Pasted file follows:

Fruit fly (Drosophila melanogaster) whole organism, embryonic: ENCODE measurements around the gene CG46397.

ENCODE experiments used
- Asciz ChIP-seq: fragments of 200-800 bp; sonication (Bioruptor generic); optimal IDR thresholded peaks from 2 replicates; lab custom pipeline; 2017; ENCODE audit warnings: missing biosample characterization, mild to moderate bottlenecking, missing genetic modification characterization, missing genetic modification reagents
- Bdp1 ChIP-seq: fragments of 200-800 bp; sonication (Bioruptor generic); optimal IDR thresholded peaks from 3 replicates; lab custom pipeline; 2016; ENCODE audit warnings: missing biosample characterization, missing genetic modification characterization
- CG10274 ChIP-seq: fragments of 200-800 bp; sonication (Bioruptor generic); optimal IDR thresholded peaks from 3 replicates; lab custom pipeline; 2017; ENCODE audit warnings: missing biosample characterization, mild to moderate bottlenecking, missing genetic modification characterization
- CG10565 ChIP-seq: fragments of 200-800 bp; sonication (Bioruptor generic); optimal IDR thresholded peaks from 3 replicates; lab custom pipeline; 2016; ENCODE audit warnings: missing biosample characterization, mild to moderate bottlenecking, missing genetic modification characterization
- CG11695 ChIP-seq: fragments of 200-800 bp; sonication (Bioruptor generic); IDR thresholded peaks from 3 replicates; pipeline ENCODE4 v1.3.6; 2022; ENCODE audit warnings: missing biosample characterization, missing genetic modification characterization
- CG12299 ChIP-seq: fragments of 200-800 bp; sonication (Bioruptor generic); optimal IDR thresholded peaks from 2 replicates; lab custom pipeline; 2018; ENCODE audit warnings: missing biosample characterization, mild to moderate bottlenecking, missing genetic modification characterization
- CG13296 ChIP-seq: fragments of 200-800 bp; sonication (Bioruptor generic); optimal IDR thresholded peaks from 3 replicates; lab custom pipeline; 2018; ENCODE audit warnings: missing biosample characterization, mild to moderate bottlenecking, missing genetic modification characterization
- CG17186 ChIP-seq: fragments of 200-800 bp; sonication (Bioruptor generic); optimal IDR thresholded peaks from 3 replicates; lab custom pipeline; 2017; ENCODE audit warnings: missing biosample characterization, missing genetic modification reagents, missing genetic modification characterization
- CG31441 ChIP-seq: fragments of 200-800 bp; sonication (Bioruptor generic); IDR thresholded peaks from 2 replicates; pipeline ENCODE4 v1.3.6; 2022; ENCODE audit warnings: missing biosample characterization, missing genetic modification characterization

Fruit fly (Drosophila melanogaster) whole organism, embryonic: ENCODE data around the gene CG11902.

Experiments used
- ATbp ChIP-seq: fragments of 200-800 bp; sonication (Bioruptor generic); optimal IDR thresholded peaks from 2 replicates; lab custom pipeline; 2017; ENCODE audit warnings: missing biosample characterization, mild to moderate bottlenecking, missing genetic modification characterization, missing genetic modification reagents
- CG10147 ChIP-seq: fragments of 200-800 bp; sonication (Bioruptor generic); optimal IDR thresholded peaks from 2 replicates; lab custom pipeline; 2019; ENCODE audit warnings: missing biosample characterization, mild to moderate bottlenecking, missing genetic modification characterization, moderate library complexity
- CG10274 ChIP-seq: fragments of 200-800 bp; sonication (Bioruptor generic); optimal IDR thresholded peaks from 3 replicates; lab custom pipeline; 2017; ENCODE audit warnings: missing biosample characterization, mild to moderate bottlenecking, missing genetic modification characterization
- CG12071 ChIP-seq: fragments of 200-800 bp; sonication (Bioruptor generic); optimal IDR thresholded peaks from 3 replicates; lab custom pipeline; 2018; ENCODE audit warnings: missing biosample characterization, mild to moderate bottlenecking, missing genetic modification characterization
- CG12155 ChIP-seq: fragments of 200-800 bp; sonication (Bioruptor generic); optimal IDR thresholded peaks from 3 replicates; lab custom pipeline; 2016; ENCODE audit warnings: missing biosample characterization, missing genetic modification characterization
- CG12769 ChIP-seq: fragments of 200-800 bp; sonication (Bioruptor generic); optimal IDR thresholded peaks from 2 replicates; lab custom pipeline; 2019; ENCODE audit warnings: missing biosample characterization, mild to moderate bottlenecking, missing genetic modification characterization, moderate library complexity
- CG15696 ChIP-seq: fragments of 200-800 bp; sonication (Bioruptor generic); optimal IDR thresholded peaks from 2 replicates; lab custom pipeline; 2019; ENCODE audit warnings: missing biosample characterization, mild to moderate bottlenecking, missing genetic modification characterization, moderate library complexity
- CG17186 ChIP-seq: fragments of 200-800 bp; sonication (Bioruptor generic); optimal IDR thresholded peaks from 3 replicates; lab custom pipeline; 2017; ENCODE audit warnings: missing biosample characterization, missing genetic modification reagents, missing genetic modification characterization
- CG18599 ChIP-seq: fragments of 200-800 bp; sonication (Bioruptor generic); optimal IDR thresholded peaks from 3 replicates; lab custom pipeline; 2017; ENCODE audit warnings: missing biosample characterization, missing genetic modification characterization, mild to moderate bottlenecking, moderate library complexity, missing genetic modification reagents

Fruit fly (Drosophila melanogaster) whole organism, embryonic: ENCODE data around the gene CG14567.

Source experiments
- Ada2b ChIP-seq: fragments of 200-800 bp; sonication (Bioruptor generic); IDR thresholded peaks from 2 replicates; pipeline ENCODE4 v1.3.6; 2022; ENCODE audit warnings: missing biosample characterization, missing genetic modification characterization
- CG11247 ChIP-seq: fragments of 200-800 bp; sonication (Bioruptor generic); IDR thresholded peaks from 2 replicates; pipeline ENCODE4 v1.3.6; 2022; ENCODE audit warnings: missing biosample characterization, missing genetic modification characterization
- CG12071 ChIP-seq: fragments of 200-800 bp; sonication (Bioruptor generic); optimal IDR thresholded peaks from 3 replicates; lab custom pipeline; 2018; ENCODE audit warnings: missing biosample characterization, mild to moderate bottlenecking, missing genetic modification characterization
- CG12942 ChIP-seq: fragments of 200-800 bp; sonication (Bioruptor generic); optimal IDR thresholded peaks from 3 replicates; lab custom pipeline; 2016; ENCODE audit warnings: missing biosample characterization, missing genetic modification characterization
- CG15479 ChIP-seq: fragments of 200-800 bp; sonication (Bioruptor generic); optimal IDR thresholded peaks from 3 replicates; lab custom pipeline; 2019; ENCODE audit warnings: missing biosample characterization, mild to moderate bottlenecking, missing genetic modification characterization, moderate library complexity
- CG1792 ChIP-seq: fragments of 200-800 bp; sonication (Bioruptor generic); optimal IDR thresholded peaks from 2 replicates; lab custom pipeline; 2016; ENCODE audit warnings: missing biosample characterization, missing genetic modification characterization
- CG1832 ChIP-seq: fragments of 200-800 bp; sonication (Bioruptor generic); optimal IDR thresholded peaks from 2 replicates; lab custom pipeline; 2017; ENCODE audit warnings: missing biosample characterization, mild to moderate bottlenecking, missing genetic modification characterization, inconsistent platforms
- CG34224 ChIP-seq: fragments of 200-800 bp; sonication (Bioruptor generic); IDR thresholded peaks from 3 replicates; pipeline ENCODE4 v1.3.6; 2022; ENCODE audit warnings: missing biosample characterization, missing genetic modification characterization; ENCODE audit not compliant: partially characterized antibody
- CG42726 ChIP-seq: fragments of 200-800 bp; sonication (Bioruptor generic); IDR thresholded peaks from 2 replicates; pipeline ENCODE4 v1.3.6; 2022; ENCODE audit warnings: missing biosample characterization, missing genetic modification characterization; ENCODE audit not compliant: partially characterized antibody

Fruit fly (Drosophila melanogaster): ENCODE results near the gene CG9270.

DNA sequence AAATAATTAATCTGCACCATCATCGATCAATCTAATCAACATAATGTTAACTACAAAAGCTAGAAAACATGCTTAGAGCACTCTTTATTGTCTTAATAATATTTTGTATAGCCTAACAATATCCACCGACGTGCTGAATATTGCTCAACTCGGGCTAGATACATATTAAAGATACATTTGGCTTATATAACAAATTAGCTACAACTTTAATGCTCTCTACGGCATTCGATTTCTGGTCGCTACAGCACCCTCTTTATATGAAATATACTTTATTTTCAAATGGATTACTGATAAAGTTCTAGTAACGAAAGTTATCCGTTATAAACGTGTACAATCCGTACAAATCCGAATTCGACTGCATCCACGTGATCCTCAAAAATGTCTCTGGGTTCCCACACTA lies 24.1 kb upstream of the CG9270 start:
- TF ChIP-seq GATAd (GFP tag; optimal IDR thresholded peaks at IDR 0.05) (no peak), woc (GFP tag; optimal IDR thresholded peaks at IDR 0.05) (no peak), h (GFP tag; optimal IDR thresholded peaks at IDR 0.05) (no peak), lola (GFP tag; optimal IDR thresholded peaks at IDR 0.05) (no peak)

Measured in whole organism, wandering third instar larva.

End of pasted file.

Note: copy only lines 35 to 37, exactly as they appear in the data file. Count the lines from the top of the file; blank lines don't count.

DNA sequence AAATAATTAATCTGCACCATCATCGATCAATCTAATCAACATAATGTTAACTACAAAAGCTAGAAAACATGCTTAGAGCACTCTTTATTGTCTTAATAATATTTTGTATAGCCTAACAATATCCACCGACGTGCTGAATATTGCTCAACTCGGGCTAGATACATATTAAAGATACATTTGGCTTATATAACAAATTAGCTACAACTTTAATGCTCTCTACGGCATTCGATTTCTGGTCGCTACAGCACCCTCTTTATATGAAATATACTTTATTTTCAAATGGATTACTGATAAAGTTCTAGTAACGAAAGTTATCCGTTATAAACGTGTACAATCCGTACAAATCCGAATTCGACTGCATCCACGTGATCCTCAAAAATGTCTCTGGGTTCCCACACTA lies 24.1 kb upstream of the CG9270 start:
- TF ChIP-seq GATAd (GFP tag; optimal IDR thresholded peaks at IDR 0.05) (no peak), woc (GFP tag; optimal IDR thresholded peaks at IDR 0.05) (no peak), h (GFP tag; optimal IDR thresholded peaks at IDR 0.05) (no peak), lola (GFP tag; optimal IDR thresholded peaks at IDR 0.05) (no peak)

Measured in whole organism, wandering third instar larva.